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Open Access Highly Accessed Research article

Relationships between post operative pain management and short term functional mobility in total knee arthroplasty patients with a femoral nerve catheter: A preliminary study

Catherine M Fetherston1* and Sarah Ward2

Author Affiliations

1 School of Nursing and Midwifery, Murdoch University, Education Drive, Mandurah 6210, Western Australia

2 Peel Health Campus, Lakes Road, Mandurah 6210, Western Australia

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Journal of Orthopaedic Surgery and Research 2011, 6:7  doi:10.1186/1749-799X-6-7

Published: 7 February 2011



Effective pain management following total knee arthroplasty (TKA) is fundamental in achieving positive rehabilitation outcomes. The purpose of our study was to investigate post operative pain management in relation to short term functional mobility in an intervention group receiving concomitant use of an IV narcotic PCA and a continuous infusion of local anaesthetic via a femoral nerve catheter (CFNC), compared to a group receiving narcotic PCA alone. This was a preliminary study conducted to establish an appropriate design for a larger investigative study.


A prospective design was used to measure the effect of a CFNC on post operative pain management and functional mobility prior to hospital discharge. The amount of fentanyl used, pain and nausea scores, timed up and go (TUG) tests and active range of knee movement (AROM) were used to compare a CFNC and supplemental narcotic patient controlled analgesia (PCA) group (n = 27) with a PCA only group (n = 25).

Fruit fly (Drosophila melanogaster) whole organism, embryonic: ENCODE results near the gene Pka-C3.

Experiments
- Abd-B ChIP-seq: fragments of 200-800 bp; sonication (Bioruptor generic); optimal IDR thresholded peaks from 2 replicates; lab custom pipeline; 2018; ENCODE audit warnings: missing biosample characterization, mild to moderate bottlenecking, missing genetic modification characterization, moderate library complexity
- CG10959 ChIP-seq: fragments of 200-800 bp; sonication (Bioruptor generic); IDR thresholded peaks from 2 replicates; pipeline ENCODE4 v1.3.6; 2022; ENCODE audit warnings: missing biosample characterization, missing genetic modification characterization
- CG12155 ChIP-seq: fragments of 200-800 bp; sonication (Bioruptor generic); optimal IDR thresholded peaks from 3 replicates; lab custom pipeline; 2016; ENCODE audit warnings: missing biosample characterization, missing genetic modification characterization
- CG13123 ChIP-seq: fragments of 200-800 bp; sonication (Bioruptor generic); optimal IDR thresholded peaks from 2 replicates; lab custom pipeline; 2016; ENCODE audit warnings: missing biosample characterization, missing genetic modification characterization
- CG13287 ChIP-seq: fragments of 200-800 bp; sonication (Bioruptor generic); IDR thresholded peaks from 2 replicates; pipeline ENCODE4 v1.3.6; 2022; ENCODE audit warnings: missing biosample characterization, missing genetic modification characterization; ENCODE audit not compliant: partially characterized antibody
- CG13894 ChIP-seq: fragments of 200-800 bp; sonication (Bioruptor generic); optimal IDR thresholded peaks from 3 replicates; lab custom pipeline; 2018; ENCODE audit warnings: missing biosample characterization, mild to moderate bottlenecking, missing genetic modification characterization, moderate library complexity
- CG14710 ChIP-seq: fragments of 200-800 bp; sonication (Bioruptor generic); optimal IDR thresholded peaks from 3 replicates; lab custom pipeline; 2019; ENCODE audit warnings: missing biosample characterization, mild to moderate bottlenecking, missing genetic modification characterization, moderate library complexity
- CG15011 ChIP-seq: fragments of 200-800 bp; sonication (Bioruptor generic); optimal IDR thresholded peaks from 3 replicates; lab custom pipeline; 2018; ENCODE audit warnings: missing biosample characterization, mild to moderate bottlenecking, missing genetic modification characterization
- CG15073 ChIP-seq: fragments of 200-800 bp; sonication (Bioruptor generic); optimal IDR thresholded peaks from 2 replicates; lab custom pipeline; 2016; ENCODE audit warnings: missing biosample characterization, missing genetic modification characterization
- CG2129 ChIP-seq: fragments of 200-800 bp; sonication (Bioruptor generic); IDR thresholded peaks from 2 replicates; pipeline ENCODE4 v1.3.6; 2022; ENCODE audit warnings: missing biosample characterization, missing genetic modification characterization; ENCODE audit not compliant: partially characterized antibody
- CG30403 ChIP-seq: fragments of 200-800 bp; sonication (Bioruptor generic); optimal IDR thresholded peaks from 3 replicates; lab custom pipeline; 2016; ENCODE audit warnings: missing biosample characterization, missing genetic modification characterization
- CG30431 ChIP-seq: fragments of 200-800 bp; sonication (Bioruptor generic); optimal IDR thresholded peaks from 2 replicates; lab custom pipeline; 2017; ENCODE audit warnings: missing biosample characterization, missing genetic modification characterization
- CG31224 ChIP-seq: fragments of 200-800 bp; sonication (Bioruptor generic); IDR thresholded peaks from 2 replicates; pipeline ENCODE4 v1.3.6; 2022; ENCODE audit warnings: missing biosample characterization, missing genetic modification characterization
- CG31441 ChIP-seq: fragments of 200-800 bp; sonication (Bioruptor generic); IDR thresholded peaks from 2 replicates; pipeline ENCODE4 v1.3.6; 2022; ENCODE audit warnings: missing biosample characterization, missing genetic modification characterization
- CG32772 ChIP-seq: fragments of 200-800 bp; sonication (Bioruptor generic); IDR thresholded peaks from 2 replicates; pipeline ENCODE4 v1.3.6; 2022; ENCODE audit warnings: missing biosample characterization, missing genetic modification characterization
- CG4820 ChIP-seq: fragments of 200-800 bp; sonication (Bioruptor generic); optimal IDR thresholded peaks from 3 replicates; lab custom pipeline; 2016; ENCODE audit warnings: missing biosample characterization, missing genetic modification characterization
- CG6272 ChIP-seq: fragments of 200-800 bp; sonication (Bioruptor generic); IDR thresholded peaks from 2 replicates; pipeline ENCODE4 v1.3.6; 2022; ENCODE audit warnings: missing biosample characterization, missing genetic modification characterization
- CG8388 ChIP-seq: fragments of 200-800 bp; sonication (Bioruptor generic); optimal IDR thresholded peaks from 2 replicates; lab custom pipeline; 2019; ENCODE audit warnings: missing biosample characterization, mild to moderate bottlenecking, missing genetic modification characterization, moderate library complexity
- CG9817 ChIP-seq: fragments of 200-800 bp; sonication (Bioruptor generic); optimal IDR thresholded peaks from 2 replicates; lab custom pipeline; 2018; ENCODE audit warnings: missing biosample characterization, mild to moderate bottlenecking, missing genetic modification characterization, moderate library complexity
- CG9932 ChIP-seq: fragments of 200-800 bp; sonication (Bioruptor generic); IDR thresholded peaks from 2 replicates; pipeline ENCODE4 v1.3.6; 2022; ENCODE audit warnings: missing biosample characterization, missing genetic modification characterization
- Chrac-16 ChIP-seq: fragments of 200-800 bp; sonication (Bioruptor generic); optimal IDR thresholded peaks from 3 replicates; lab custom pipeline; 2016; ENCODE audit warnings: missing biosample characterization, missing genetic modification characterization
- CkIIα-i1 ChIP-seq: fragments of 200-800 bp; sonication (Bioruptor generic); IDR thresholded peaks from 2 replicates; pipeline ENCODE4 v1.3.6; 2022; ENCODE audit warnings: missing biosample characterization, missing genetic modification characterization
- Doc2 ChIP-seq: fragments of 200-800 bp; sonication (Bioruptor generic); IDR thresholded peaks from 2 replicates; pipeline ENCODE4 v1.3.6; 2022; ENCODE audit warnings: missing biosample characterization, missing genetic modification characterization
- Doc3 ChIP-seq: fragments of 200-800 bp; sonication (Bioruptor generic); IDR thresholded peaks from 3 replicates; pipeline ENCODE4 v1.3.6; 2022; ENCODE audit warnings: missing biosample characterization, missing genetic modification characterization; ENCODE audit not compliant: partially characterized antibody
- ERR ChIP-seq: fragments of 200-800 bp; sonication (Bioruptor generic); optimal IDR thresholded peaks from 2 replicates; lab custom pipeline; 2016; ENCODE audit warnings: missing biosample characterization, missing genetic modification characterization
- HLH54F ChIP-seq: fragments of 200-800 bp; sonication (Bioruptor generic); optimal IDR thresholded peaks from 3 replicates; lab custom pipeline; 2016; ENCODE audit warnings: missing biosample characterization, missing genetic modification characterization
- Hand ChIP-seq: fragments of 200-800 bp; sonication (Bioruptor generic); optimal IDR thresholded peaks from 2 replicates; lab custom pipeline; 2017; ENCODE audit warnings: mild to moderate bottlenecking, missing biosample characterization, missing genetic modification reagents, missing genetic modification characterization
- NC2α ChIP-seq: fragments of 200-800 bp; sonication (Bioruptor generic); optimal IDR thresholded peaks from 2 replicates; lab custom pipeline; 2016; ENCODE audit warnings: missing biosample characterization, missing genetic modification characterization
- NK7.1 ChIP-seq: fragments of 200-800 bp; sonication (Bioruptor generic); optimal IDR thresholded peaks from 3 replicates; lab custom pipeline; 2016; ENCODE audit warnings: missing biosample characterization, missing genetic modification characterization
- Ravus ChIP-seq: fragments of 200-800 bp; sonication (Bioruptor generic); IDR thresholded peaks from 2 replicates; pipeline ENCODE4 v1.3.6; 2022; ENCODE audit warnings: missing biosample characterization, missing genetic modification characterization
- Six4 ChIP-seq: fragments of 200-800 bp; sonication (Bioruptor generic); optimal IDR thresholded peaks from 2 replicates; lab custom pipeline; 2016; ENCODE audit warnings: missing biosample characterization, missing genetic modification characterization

The CFNC group used significantly less fentanyl than the PCA only group (p < .001) but there was no significant difference in TUG times between the two groups. There was however a significantly lower AROM reported for both extension (p < .04) and flexion (p < .006,) in the FNC group. Women had significantly slower TUG times (p < .005,) and there were moderate to strong positive correlations between post operative TUG times and the preoperative TUG time (rs = .505 p < .001), the time since oral analgesia (rs = .529 p < .014), and pain scores (rs = .328, p = .034)


In this small preliminary study improved TUG performance at Day 4 post op was not influenced by the use of a CFNC but was positively correlated with male gender, preoperative performance, time elapsed since last oral analgesia and pain score. However AROM was decreased in the CFNC group suggesting further research on the relationship between CFNCs, local anaesthetic concentration and quadriceps strength should be incorporated in the follow up study's design.